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Enzyme pretreatment of dissolving pulp as a way to improve the following dissolution in NaOH/ZnO
Karlstad University, Faculty of Health, Science and Technology (starting 2013), Department of Engineering and Chemical Sciences.
Karlstad University, Faculty of Health, Science and Technology (starting 2013), Department of Engineering and Chemical Sciences.
Martin Luther University Halle-Wittenberg, Department of Natural Scinence III, Institute of Agriculture and Nutritional Science.
Innventia AB, Fibre and Material Science Business area Biorefining, Stockholm.
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2014 (English)In: Holzforschung, ISSN 0018-3830, E-ISSN 1437-434X, Vol. 68, no 4, 385-391 p.Article in journal (Refereed) Published
Place, publisher, year, edition, pages
Walter de Gruyter, 2014. Vol. 68, no 4, 385-391 p.
National Category
Other Natural Sciences
Research subject
Chemical Engineering
Identifiers
URN: urn:nbn:se:kau:diva-26959DOI: 10.1515/hf-2013-0070ISI: 000335650900003OAI: oai:DiVA.org:kau-26959DiVA: diva2:616371
Available from: 2013-04-16 Created: 2013-04-16 Last updated: 2015-12-29Bibliographically approved
In thesis
1. Mercerization and Enzymatic Pretreatment of Cellulose in Dissolving Pulps
Open this publication in new window or tab >>Mercerization and Enzymatic Pretreatment of Cellulose in Dissolving Pulps
2013 (English)Doctoral thesis, comprehensive summary (Other academic)
Abstract [en]

This thesis deals with the preparation of chemically and/or enzymatically modified cellulose. This modification can be either irreversible or reversible. Irreversible modification is used to prepare cellulose derivatives as end products, whereas reversible modification is used to enhance solubility in the preparation of regenerated cellulose.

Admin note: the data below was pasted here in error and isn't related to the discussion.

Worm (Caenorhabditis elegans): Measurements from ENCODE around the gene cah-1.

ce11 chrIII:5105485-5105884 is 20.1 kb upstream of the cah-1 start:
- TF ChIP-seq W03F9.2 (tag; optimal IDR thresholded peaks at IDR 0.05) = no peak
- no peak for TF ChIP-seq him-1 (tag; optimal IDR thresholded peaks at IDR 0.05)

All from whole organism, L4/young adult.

The irreversible modification studied here was the preparation of carboxymethyl cellulose (CMC) using extended mercerization of a spruce dissolving pulp. More specifically the parameters studied were the effect of mercerization at different proportions of cellulose I and II in the dissolving pulp, the concentration of alkali, the temperature and the reaction time. The parameters evaluated were the degree of substitution, the filterability and the amount of gel obtained when the resulting CMC was dissolved in water. Molecular structures of CMC and its gel fractions were analysed by using NIR FT Raman spectroscopy. It was found that the alkali concentration in the mercerization stage had an extensive influence on the subsequent etherification reaction. FT Raman spectra of CMC samples and their gel fractions prepared with low NaOH concentrations (9%) in the mercerization stage indicated an incomplete transformation of cellulose to Na-cellulose before carboxymethylation to CMC. Low average DS values of the CMC, i.e. between 0.42 and 0.50 were obtained. Such CMC dissolved in water resulted in very thick and semi solid gum-like gels, probably due to an uneven distribution of substituents along the cellulose backbone. FT Raman spectra of CMC samples and their gel fractions mercerized at higher alkaline concentration, i.e. 18.25 and 27.5% in the mercerization stage, indicated on the other hand a complete transformation of cellulose to Na-cellulose before carboxymethylation to CMC. Higher average DS values of the CMC, i.e. between 0.88 and 1.05 were therefore obtained. When dissolved in water such CMC caused gel formation especially when prepared from dissolving pulp with a high fraction of cellulose II.